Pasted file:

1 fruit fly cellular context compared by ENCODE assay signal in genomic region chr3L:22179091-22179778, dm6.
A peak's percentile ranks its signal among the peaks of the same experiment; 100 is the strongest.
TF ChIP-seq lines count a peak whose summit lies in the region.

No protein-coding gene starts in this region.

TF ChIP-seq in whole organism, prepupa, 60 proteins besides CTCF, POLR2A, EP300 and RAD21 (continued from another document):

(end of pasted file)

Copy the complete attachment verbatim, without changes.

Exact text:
1 fruit fly cellular context compared by ENCODE assay signal in genomic region chr3L:22179091-22179778, dm6.
A peak's percentile ranks its signal among the peaks of the same experiment; 100 is the strongest.
TF ChIP-seq lines count a peak whose summit lies in the region.

No protein-coding gene starts in this region.

TF ChIP-seq in whole organism, prepupa, 60 proteins besides CTCF, POLR2A, EP300 and RAD21 (continued from another document):